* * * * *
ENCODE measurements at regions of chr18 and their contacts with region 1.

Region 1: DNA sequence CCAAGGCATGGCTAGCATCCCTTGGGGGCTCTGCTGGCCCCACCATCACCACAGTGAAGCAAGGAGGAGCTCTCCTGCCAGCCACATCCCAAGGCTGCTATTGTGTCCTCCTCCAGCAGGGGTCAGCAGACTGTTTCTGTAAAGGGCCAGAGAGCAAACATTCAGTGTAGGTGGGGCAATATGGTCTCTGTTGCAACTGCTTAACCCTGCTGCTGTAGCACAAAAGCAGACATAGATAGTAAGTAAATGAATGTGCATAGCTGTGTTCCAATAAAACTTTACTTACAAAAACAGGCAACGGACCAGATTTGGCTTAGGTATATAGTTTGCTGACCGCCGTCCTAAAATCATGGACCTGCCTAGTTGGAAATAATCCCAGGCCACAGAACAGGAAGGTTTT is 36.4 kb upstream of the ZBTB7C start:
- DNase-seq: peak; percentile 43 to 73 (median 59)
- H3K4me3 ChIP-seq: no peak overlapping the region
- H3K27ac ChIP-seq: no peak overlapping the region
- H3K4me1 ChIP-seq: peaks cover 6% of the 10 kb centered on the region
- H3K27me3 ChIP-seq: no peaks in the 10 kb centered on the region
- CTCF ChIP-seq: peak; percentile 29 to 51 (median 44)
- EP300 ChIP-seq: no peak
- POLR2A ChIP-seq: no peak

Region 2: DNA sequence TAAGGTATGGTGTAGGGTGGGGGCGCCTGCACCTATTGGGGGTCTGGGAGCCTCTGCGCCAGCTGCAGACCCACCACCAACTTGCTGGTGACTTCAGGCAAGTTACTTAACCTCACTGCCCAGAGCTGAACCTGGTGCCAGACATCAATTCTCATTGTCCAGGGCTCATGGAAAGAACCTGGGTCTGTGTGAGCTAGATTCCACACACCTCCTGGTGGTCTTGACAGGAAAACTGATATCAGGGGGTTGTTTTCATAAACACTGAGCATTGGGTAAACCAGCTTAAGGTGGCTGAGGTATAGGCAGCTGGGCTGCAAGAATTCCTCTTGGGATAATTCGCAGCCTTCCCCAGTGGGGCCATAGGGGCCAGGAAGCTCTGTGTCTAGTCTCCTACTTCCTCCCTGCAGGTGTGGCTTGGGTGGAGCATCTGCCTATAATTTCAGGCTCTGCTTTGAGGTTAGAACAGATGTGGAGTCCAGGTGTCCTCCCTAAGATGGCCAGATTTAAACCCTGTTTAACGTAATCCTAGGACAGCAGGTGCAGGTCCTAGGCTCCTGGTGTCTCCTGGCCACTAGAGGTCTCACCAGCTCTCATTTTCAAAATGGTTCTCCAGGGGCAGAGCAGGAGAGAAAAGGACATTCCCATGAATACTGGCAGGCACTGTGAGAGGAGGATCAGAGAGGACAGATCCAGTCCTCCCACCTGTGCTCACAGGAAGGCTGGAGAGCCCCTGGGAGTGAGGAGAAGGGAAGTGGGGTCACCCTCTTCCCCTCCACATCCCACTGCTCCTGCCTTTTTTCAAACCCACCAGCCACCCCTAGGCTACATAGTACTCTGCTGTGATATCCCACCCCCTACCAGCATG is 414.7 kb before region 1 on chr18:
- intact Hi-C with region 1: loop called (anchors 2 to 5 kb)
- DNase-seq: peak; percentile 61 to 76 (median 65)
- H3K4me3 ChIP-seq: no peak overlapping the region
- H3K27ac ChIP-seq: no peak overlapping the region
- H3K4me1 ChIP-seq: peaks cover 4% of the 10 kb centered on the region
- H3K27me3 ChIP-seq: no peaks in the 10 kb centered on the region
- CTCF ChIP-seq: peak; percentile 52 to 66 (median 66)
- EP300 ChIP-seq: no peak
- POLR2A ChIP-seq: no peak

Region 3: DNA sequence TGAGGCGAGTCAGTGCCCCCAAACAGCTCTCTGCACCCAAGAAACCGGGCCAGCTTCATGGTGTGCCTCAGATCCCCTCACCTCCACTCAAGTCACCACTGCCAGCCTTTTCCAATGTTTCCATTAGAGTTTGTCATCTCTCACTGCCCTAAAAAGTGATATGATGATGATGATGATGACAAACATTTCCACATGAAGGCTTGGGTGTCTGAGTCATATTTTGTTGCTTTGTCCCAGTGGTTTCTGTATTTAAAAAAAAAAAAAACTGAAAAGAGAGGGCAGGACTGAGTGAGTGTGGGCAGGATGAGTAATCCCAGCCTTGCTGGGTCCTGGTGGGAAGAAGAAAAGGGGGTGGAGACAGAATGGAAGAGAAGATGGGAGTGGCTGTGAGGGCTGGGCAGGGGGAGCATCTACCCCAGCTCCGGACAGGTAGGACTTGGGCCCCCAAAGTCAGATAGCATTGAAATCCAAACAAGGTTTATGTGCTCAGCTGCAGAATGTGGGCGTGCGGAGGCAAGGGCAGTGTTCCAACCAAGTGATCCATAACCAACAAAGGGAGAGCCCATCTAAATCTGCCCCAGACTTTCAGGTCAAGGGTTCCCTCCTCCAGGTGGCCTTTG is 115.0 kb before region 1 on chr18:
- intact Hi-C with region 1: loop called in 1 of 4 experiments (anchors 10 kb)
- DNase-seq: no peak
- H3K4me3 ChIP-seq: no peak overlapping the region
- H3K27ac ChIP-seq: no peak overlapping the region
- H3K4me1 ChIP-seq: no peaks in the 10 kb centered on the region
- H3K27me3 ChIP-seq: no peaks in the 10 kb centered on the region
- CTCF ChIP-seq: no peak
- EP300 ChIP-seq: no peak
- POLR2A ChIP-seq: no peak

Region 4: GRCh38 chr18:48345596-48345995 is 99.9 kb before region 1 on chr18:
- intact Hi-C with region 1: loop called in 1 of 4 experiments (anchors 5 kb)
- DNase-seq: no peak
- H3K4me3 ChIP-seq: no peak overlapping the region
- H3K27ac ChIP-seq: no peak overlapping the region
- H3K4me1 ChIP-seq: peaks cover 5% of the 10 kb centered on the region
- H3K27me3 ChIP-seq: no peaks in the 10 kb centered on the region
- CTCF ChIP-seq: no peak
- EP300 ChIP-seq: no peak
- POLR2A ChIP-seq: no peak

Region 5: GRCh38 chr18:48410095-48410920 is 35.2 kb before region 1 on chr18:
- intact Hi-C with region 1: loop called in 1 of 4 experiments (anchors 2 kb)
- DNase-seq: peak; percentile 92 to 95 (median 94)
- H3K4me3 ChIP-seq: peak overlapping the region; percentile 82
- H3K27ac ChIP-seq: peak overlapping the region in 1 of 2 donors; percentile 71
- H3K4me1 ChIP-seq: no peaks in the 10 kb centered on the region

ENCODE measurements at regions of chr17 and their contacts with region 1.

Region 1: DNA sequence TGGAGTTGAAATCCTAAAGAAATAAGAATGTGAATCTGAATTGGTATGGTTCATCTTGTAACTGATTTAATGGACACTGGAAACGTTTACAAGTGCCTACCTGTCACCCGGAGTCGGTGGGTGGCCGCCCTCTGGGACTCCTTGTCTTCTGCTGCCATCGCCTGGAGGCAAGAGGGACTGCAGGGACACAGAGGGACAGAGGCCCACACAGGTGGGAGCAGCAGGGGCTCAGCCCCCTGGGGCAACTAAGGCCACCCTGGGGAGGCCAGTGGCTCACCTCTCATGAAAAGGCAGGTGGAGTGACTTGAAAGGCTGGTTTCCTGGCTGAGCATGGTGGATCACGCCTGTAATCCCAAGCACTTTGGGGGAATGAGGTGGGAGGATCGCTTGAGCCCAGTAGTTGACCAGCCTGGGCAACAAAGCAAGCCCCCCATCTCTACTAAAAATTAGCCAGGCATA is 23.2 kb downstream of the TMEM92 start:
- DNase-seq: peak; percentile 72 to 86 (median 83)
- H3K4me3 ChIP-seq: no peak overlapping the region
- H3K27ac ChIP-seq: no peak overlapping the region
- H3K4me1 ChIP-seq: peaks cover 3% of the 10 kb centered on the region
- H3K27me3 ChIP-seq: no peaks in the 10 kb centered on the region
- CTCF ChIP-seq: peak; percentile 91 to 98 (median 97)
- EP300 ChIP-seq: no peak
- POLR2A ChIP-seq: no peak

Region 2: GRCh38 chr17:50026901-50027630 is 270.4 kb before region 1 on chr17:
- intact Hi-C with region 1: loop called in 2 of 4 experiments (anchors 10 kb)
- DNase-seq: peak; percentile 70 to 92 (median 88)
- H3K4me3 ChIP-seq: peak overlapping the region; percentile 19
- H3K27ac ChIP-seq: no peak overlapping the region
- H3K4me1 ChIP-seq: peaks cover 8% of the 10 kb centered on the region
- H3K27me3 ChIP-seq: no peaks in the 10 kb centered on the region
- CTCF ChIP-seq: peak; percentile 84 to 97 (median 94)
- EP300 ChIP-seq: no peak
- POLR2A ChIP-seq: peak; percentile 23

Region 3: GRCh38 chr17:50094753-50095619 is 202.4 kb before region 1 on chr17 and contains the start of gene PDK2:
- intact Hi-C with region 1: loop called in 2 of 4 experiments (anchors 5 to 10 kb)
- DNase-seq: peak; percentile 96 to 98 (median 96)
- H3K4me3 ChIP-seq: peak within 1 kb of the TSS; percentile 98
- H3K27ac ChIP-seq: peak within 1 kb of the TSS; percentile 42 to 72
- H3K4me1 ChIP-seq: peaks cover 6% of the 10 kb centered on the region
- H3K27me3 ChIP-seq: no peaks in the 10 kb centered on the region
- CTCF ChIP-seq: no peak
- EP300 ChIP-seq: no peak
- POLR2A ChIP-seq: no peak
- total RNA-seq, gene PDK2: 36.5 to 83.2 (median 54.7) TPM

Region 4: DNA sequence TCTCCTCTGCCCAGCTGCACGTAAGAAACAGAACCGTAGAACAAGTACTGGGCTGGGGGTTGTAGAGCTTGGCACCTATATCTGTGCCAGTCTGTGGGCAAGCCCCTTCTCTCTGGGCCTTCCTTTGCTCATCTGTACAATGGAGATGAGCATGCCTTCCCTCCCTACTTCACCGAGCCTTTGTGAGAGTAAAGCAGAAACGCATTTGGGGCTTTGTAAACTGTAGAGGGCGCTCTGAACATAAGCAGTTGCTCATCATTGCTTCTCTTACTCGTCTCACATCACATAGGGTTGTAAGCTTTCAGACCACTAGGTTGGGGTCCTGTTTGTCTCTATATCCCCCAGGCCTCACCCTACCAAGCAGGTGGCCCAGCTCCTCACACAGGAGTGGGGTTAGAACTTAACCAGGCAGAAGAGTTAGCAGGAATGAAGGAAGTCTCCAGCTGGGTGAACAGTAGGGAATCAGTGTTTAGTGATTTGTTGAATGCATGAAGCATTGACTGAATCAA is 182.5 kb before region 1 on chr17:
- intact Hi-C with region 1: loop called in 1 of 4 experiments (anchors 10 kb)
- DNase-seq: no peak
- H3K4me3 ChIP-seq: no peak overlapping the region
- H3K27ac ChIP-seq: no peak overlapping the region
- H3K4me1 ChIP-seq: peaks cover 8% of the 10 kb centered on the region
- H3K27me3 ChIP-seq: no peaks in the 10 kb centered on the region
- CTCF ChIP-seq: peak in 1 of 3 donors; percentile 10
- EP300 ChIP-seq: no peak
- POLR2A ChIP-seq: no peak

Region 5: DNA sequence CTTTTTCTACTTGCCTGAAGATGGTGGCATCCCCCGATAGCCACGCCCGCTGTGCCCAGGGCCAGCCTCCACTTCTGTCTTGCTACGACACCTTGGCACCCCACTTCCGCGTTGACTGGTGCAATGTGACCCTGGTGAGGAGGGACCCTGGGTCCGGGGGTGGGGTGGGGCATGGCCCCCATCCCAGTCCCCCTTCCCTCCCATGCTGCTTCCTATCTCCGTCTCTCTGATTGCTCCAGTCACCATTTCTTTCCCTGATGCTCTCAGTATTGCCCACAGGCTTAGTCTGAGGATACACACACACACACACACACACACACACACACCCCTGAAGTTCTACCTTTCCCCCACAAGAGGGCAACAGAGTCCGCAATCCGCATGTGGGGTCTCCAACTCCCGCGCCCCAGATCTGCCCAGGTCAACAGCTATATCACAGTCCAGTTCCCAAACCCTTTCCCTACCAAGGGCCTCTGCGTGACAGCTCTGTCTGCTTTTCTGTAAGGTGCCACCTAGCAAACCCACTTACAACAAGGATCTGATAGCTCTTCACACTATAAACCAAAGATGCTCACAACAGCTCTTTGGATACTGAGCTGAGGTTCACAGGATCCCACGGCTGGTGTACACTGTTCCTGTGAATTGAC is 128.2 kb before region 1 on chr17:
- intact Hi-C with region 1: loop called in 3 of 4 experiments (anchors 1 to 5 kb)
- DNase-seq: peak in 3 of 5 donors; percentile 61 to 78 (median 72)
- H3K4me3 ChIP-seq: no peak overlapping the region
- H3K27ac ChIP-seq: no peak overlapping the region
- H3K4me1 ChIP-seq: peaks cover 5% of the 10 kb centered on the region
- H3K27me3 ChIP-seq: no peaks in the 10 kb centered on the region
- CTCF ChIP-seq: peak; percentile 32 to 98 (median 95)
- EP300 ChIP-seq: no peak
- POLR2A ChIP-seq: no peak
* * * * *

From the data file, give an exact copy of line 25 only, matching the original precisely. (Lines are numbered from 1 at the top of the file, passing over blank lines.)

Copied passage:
- H3K27ac ChIP-seq: no peak overlapping the region